Edward Weston

(1886 - 1958) American
Edward Weston


Born in Highland Park, Illinois, Edward Weston received his first camera from his father in 1902; he attended the Illinois College of Photography from 1908 to 1911. From 1911 to 1922 he operated a portrait studio in Tropico, California. The Pictorialist style in which he was working earned him commercial and critical success, but by 1919 he had turned to abstract photographs based on body parts and employing unusual angles. On a trip to Ohio in 1922, he photographed the clean lines and abstract shapes of the Armco Steelworks, and when he met Alfred Stieglitz, Paul Strand, and Charles Sheeler in New York later that year, he gained their support when he showed them this Armco work. Weston subsequently abandoned his Pictorialist style and concentrated on precise studies of such forms as fruits, vegetables, shells, and rocks. In 1928, after a year managing a Mexico City studio with Tina Modotti, he returned to California and photographed the landscape at Point Lobos, incorporating his studies of natural forms. In 1932, he cofounded, along with six other photographers, the f/64 group, which required its members to use the large-format view camera, a small lens aperture, and contact printing in order to achieve precise to detail and careful tonal variations. The landscape photographs that Weston created around this time followed the tenets of f/64 and are some of his most celebrated works. Weston received the first Guggenheim Fellowship awarded to a photographer, among many honors and awards. The Museum of Modern Art held major retrospectives of his work in 1946 and 1975. His Daybooks, daily records of his life as a photographer, were published in the 1960s.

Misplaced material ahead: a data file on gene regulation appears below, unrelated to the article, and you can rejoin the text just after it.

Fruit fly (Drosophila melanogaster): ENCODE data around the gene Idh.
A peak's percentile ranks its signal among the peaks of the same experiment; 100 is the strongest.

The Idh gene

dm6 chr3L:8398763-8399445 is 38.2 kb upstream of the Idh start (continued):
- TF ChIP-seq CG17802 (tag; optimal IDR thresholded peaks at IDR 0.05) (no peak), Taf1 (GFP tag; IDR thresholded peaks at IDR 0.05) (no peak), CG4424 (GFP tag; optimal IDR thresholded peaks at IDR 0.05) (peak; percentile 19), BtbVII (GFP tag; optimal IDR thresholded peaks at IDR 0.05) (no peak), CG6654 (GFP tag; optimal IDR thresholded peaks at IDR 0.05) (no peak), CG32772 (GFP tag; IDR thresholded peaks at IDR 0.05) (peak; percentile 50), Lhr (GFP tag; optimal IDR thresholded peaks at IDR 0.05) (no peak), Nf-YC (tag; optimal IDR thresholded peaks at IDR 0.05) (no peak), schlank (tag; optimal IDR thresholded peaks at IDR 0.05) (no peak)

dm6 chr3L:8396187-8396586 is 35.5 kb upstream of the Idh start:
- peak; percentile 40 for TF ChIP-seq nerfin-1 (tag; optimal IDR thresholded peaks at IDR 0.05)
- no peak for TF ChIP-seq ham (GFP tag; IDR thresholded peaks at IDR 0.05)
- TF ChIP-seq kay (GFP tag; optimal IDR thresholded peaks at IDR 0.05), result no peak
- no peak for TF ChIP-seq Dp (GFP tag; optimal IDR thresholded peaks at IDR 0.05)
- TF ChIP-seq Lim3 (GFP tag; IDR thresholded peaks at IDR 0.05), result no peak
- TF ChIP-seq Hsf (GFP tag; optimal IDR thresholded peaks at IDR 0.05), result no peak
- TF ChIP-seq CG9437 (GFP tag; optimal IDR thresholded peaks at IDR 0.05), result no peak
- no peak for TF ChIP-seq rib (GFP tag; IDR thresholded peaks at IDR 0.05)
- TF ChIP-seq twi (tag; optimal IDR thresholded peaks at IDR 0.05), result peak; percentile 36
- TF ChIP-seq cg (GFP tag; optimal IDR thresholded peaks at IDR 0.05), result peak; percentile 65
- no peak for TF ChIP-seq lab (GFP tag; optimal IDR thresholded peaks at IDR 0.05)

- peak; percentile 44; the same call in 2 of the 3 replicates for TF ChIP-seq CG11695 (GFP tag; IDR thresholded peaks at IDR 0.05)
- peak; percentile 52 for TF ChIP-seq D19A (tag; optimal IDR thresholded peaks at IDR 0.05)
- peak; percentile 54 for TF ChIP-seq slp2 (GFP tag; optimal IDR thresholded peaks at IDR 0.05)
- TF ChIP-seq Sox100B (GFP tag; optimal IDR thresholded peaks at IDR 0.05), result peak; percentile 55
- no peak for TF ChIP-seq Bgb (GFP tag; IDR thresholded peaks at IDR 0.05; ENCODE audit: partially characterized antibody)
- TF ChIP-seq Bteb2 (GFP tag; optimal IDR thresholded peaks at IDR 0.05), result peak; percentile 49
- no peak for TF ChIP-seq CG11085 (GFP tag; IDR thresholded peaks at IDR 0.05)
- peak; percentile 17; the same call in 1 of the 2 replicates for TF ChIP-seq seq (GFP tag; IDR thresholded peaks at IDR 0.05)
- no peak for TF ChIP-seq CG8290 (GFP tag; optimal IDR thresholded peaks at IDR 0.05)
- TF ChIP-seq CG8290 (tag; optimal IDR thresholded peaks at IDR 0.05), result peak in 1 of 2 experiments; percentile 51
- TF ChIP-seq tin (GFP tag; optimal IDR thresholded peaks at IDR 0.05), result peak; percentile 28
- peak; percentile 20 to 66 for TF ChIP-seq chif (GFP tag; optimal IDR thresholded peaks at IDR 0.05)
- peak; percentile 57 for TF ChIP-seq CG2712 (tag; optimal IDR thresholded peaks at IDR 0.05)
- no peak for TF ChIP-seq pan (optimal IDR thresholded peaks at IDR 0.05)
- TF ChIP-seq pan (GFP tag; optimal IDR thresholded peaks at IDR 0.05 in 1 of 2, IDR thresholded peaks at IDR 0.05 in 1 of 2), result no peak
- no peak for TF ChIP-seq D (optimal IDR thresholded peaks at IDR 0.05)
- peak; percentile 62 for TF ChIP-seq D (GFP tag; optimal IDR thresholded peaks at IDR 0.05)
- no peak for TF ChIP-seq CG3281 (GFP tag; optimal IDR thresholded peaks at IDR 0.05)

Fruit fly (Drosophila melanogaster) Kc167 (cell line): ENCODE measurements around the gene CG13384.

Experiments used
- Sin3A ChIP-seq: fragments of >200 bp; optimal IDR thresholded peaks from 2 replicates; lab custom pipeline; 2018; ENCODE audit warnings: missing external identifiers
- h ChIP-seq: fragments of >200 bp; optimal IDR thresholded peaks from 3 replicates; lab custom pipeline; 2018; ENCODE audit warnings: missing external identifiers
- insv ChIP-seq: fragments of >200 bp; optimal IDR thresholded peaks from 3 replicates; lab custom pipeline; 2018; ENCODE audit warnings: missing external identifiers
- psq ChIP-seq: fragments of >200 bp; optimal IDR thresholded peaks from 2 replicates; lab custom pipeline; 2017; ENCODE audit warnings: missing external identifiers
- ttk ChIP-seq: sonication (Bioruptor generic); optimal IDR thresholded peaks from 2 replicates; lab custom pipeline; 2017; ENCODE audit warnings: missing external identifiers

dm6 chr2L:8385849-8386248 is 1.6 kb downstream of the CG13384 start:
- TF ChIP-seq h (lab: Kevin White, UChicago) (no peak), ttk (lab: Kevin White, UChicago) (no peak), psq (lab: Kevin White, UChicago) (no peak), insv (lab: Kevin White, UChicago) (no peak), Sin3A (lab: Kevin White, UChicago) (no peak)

Edward Weston was instrumental in establishing an identity for the West Coast school of photography in the early years of modernism in America. His eloquent combination of expansive landscapes and other natural subject matter with precise, unembarassedly technique created a prototype for the f/64 group's purist style. His legacy continues to this day in the work of contemporary photographers such as Emmet Gowin and Robert Adams.
Lisa Hostetler
Handy et al. Reflections in a Glass Eye: Works from the International Center of Photography Collection, New York: Bulfinch Press in association with the International Center of Photography, 1999, p. 231.
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